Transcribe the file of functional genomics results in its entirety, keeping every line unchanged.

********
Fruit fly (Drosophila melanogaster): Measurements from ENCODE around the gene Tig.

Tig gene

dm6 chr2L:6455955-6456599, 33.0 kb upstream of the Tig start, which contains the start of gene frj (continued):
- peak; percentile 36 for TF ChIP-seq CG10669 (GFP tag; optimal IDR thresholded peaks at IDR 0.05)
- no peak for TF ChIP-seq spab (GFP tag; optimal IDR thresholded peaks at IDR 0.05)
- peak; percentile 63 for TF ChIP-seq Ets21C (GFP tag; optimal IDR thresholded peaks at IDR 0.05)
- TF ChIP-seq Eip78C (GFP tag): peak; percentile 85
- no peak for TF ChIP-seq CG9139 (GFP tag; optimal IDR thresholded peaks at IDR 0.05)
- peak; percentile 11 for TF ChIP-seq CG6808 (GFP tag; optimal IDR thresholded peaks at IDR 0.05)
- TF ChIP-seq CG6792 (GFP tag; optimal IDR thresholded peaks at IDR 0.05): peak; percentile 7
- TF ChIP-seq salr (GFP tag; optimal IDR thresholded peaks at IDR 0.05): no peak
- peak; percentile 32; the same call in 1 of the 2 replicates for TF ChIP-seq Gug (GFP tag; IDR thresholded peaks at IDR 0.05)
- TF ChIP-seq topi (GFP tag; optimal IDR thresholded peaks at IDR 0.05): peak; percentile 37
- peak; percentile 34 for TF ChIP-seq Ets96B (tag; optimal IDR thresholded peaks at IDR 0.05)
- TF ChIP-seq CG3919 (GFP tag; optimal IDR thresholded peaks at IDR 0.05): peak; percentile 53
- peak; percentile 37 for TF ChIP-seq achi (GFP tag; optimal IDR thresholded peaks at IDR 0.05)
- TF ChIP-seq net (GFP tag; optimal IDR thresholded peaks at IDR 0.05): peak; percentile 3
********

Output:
Fruit fly (Drosophila melanogaster): Measurements from ENCODE around the gene Tig.

Tig gene

dm6 chr2L:6455955-6456599, 33.0 kb upstream of the Tig start, which contains the start of gene frj (continued):
- peak; percentile 36 for TF ChIP-seq CG10669 (GFP tag; optimal IDR thresholded peaks at IDR 0.05)
- no peak for TF ChIP-seq spab (GFP tag; optimal IDR thresholded peaks at IDR 0.05)
- peak; percentile 63 for TF ChIP-seq Ets21C (GFP tag; optimal IDR thresholded peaks at IDR 0.05)
- TF ChIP-seq Eip78C (GFP tag): peak; percentile 85
- no peak for TF ChIP-seq CG9139 (GFP tag; optimal IDR thresholded peaks at IDR 0.05)
- peak; percentile 11 for TF ChIP-seq CG6808 (GFP tag; optimal IDR thresholded peaks at IDR 0.05)
- TF ChIP-seq CG6792 (GFP tag; optimal IDR thresholded peaks at IDR 0.05): peak; percentile 7
- TF ChIP-seq salr (GFP tag; optimal IDR thresholded peaks at IDR 0.05): no peak
- peak; percentile 32; the same call in 1 of the 2 replicates for TF ChIP-seq Gug (GFP tag; IDR thresholded peaks at IDR 0.05)
- TF ChIP-seq topi (GFP tag; optimal IDR thresholded peaks at IDR 0.05): peak; percentile 37
- peak; percentile 34 for TF ChIP-seq Ets96B (tag; optimal IDR thresholded peaks at IDR 0.05)
- TF ChIP-seq CG3919 (GFP tag; optimal IDR thresholded peaks at IDR 0.05): peak; percentile 53
- peak; percentile 37 for TF ChIP-seq achi (GFP tag; optimal IDR thresholded peaks at IDR 0.05)
- TF ChIP-seq net (GFP tag; optimal IDR thresholded peaks at IDR 0.05): peak; percentile 3